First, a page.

Trump’s EPA taps controversial group to find climate ‘experts’ to argue with scientists


Ever since Environmental Protection Agency (EPA) administrator Scott Pruitt and other Trump administration officials raised the idea of putting climate science up for debate it’s been an open question as to where the participants who doubt mainstream climate science would come from.

Now that is becoming clearer, and the answer is sure to further convince many that this entire exercise is a set up to discredit some of the most basic, rigorously studied climate science conclusions.

The Washington Examiner reported on Monday that the EPA has reached out to the controversial Heartland Institute for help in casting the so-called “red team” that would try to poke holes in the evidence presented by mainstream climate scientists.

The Heartland Institute is a free market think tank that has received funding from the oil and gas industry and has spent that money to disseminate information to convince the public that the science linking human emissions of greenhouse gases from burning fossil fuels is flawed.

This fall, the group began mailing 200,000 copies of a report entitled, “Why Scientists Disagree About Global Warming,” to science teachers across the U.S. The report encouraged teachers to tell their students that climate scientists are still debating why the Earth is warming, when in reality the climate science community isn’t debating that at all.

The group’s goal is to get the report in the hands of every single science teacher in the country, according to reporting from PBS’s Frontline. The report asserts that even if human activity is contributing to climate change, such a development “would probably not be harmful, because many areas of the world would benefit from or adjust to climate change.”

agenda on climate and energy.

But now, everything has changed under President Donald Trump. Suddenly Heartland is influential, and its experts are being tapped to advise the government.

Heartland’s president and CEO Joseph Bast opened the post-election D.C. meeting by saying that, “those of us in the room who have been working on this issue for a decade or longer can finally stand up and say hallelujah and welcome to the party,” Frontline reported.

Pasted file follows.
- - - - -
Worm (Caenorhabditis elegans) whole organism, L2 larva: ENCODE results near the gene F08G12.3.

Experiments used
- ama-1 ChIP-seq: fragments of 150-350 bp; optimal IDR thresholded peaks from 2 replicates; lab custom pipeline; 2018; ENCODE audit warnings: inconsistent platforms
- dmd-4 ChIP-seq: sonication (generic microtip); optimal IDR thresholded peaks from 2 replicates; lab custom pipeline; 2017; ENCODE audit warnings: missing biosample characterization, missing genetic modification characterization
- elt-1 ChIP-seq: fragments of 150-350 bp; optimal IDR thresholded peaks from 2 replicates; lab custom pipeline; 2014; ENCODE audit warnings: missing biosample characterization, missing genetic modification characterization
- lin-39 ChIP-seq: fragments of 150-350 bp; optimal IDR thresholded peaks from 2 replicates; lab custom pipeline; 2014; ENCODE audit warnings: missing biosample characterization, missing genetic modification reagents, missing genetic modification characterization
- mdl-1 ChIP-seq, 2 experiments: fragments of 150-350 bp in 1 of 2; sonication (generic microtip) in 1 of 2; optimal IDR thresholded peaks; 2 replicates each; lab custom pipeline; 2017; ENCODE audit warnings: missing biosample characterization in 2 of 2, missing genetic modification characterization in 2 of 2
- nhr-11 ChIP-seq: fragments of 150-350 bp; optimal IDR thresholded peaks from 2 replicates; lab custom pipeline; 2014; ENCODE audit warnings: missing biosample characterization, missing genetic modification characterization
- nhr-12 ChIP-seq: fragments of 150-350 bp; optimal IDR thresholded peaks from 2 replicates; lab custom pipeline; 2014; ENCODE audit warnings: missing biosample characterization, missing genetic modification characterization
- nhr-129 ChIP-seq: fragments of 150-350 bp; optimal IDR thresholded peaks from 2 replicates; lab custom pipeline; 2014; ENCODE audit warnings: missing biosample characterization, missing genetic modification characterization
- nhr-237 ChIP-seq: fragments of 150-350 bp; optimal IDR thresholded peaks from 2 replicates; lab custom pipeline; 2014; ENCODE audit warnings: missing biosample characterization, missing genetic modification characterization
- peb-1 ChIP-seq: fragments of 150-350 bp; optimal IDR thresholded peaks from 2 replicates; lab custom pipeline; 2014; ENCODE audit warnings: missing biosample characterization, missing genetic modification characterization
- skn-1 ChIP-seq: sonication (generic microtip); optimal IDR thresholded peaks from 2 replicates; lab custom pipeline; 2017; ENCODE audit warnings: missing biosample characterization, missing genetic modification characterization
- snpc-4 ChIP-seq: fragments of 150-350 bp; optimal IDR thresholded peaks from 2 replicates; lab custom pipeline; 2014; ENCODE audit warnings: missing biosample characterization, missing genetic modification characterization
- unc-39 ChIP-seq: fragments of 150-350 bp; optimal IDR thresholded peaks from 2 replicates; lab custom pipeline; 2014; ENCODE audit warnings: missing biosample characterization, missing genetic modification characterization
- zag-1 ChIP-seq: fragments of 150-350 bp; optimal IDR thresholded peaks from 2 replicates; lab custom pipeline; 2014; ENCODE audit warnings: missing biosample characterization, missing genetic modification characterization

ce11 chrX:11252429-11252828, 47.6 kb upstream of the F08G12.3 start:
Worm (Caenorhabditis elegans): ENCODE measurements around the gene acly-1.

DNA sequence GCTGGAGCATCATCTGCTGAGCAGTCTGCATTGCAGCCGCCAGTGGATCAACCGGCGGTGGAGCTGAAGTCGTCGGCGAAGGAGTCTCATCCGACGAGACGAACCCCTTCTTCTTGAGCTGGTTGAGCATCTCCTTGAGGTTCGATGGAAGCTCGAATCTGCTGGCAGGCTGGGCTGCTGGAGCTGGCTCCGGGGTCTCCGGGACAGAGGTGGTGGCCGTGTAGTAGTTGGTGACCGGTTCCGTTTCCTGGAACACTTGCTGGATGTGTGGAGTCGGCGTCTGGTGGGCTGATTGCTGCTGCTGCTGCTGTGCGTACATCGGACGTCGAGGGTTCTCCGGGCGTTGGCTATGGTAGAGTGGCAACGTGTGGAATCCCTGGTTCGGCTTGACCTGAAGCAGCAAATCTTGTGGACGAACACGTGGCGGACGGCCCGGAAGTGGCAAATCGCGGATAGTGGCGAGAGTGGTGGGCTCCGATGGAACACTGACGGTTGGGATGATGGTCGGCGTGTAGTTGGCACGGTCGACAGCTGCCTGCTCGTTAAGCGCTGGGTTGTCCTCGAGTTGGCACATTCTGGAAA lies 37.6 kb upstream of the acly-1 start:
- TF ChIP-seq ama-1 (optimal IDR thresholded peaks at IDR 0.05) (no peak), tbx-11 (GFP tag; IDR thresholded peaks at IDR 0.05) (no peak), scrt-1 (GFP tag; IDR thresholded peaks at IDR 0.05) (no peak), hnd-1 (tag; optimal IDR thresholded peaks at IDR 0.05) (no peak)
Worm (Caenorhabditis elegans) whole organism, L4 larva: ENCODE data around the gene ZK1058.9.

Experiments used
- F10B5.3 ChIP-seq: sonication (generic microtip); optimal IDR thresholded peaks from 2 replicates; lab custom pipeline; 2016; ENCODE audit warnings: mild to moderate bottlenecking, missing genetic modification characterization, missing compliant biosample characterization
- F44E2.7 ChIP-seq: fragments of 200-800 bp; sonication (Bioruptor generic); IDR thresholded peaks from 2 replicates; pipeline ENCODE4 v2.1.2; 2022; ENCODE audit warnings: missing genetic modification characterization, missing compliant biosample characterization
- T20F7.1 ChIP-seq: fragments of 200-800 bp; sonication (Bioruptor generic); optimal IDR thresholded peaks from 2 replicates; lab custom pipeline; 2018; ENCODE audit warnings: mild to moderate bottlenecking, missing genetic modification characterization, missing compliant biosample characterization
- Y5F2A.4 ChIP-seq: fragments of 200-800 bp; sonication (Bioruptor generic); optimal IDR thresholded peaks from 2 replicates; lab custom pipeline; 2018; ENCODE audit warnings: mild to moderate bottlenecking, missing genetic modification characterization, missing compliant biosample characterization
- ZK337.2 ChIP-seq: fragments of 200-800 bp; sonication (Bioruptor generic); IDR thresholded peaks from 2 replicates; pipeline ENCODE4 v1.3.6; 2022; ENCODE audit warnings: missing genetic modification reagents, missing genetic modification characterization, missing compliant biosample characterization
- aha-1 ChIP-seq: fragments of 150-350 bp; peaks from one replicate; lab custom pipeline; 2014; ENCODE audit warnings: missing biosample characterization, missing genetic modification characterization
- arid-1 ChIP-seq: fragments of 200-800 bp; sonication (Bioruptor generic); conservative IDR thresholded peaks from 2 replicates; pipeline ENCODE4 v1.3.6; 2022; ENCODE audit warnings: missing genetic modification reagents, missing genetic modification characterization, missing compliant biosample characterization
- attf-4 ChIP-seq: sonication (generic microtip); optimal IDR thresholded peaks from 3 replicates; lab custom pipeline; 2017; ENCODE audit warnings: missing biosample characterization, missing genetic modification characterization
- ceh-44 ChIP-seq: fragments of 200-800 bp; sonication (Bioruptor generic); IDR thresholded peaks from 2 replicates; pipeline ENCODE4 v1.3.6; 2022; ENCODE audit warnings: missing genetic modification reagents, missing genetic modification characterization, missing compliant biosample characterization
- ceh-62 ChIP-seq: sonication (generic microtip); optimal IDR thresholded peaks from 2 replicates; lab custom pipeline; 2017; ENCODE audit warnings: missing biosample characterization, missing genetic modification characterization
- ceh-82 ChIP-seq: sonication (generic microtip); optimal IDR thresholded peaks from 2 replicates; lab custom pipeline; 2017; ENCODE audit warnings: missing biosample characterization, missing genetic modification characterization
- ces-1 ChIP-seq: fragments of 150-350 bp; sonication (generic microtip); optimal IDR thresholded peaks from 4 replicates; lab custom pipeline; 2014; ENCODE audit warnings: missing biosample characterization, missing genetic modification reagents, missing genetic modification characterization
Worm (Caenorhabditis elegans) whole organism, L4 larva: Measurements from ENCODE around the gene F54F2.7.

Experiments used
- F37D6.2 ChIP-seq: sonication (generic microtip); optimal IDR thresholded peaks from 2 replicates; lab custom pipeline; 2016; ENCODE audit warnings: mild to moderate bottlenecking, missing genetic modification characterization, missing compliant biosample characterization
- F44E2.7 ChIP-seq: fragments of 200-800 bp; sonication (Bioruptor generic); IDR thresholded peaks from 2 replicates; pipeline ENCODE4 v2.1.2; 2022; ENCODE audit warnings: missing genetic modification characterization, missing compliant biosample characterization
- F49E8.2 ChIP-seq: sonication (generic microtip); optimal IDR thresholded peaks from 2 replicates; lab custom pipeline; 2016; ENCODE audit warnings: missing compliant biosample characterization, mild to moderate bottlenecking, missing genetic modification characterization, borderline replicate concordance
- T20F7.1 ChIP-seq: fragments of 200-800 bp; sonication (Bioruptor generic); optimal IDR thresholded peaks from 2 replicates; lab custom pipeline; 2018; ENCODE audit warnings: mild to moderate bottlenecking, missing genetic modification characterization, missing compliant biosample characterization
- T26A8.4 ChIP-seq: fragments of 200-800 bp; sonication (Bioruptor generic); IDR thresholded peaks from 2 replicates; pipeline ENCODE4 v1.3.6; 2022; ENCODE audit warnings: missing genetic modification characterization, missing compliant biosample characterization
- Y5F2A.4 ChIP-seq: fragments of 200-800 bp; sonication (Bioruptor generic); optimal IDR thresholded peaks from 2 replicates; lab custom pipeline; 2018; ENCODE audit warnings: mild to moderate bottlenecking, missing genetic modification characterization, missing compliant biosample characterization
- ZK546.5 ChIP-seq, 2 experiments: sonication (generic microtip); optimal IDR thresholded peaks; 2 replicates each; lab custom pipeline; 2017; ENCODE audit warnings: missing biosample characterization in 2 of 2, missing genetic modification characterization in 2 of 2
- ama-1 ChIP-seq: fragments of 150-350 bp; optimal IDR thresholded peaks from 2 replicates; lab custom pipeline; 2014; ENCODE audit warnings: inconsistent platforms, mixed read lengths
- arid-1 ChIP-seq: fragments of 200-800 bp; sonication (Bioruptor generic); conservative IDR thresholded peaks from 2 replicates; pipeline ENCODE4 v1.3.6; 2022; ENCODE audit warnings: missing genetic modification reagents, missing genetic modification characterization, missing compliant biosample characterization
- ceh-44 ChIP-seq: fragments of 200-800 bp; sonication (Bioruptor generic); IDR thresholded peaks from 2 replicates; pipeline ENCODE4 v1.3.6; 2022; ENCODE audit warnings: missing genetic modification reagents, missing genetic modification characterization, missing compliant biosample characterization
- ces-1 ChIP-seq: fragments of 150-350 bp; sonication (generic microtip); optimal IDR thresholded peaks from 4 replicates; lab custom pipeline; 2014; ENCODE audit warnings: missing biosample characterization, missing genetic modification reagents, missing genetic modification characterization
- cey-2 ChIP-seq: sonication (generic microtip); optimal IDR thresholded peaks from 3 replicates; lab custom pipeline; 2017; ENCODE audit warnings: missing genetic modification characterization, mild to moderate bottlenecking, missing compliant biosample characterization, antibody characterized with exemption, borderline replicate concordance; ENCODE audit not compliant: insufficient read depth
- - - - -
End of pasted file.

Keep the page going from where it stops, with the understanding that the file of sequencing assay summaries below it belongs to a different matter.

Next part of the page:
Pruitt’s outreach to cast the red team marks the clearest sign yet of Heartland’s newfound influence. This is worrisome, because the group has ties to some of today’s most ardent, and largely discredited, foes of climate science — and in some cases science in general.

“The White House and the Environmental Protection Agency have reached out to the Heartland Institute to help identify scientists who could constitute a red team, and we’ve been happy to oblige,” Jim Lakely, the group’s communications director, told the Washington Examiner.

“This effort is long overdue,” he said. “The climate scientists who have dominated the deliberations and the products of the IPCC [Intergovernmental Panel on Climate Change] have gone almost wholly without challenge. That is a violation of the scientific method and the public’s trust.”

Lakely did not respond to Mashable’s repeated requests for comment.

His statements to the Examiner, though, are deeply misleading, since the scientific process itself, as well as the methods used by organizations like the National Academy of Sciences and the U.N. IPCC, involve extensive scrutiny and peer review.

In fact, some major climate science reports and most government regulations relying on that science also require public comment periods, which makes the argument that climate scientists have gone unchallenged rather dubious.

Heartland has longstanding ties to well-known climate deniers like Fred Singer, Christopher Monkton, Willie Soon, House Science Committee Chairman Lamar Smith of Texas, Craig Idso, Patrick Michaels, Myron Ebell, William Happer, and others. Many of the speakers at its annual meetings have received funding from the fossil fuel industry, and few if any of them have successfully published studies in scientific journals that deal with climate change issues.

Some of them, including Singer, were involved in efforts to convince the public that there was no clear link between smoking cigarettes and lung cancer a few decades ago.

It’s unclear exactly when a red team/blue team climate debate or series of debates will occur. What is known, however, is the general format of such an exercise.

Such a debate would have a “red team” of experts who would challenge consensus findings from scientific reports, and a “blue team” would then have the opportunity to respond. The productivity of this entire exercise would depend entirely on how such a debate were set up, such as the composition of the teams, the questions examined, the stakes and setting involved, and more.

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